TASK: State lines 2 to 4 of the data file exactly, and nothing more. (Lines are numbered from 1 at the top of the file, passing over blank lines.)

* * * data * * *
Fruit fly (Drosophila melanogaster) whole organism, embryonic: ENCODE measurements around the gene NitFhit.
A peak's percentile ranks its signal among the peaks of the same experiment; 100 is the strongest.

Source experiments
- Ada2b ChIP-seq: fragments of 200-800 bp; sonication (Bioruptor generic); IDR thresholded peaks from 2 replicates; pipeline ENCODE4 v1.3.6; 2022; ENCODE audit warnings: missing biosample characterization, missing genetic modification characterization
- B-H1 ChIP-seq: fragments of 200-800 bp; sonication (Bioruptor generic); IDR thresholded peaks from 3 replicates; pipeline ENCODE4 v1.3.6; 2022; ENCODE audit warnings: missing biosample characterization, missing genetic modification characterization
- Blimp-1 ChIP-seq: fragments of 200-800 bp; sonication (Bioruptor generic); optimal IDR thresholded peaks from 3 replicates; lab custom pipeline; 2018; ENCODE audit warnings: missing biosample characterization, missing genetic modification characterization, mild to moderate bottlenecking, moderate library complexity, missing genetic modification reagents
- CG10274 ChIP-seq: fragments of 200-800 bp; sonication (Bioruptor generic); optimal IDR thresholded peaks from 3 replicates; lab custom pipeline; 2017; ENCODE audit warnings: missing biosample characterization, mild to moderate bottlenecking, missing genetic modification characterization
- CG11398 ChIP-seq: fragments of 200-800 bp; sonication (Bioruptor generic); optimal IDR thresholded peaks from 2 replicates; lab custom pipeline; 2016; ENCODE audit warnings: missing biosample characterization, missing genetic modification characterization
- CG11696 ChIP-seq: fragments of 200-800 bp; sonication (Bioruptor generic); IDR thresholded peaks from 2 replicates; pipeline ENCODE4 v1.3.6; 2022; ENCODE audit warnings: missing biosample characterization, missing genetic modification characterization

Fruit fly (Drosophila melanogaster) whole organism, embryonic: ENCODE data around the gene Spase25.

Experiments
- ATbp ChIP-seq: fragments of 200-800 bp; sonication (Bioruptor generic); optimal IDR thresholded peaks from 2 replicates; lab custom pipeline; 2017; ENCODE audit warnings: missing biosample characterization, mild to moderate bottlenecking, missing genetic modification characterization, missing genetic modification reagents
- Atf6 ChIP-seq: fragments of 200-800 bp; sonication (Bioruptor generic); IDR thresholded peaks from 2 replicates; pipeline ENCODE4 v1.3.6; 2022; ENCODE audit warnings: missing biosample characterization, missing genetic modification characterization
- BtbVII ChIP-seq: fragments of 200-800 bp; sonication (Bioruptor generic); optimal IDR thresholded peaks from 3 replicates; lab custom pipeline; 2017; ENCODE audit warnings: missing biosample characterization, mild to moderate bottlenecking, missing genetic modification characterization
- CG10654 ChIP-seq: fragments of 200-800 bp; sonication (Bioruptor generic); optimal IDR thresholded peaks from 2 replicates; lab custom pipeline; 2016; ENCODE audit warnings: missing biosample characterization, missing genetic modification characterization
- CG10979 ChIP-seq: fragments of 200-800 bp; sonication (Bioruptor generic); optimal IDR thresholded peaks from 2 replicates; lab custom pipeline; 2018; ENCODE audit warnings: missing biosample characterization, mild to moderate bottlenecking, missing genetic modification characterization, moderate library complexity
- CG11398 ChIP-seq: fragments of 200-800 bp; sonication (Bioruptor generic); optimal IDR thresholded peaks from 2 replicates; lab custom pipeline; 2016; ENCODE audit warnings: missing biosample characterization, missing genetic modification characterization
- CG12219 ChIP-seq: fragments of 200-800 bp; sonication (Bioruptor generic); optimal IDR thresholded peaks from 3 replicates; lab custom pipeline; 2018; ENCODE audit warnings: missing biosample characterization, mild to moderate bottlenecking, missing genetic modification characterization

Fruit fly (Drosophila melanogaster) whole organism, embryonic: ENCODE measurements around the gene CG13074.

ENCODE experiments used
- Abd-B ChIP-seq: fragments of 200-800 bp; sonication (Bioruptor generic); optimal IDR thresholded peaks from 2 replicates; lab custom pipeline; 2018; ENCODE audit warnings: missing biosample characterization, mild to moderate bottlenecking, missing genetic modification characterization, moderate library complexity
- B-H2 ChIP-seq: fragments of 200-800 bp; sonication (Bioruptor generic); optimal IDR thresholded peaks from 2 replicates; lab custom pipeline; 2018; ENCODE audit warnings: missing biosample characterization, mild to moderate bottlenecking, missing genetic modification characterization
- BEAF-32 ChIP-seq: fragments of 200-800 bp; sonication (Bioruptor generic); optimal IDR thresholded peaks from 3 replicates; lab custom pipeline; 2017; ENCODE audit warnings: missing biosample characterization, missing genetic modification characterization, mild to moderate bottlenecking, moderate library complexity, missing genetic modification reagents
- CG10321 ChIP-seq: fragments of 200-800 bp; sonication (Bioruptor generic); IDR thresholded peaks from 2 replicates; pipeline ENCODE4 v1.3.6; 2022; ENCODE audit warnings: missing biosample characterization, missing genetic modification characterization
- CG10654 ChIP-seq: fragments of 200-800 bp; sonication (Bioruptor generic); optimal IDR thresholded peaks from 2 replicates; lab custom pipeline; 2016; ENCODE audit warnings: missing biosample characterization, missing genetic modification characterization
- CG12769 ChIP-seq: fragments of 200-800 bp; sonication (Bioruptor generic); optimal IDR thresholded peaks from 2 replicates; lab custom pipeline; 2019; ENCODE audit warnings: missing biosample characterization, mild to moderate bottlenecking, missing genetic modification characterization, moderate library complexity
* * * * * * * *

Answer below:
A peak's percentile ranks its signal among the peaks of the same experiment; 100 is the strongest.

Source experiments
- Ada2b ChIP-seq: fragments of 200-800 bp; sonication (Bioruptor generic); IDR thresholded peaks from 2 replicates; pipeline ENCODE4 v1.3.6; 2022; ENCODE audit warnings: missing biosample characterization, missing genetic modification characterization